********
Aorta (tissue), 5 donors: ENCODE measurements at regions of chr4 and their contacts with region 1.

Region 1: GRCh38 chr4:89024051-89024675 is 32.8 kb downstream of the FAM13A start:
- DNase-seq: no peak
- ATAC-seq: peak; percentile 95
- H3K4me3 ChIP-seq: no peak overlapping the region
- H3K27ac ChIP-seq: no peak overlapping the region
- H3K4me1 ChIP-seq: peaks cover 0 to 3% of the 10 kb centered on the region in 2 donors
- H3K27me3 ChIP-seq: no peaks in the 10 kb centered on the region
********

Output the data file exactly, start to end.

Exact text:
Aorta (tissue), 5 donors: ENCODE measurements at regions of chr4 and their contacts with region 1.

Region 1: GRCh38 chr4:89024051-89024675 is 32.8 kb downstream of the FAM13A start:
- DNase-seq: no peak
- ATAC-seq: peak; percentile 95
- H3K4me3 ChIP-seq: no peak overlapping the region
- H3K27ac ChIP-seq: no peak overlapping the region
- H3K4me1 ChIP-seq: peaks cover 0 to 3% of the 10 kb centered on the region in 2 donors
- H3K27me3 ChIP-seq: no peaks in the 10 kb centered on the region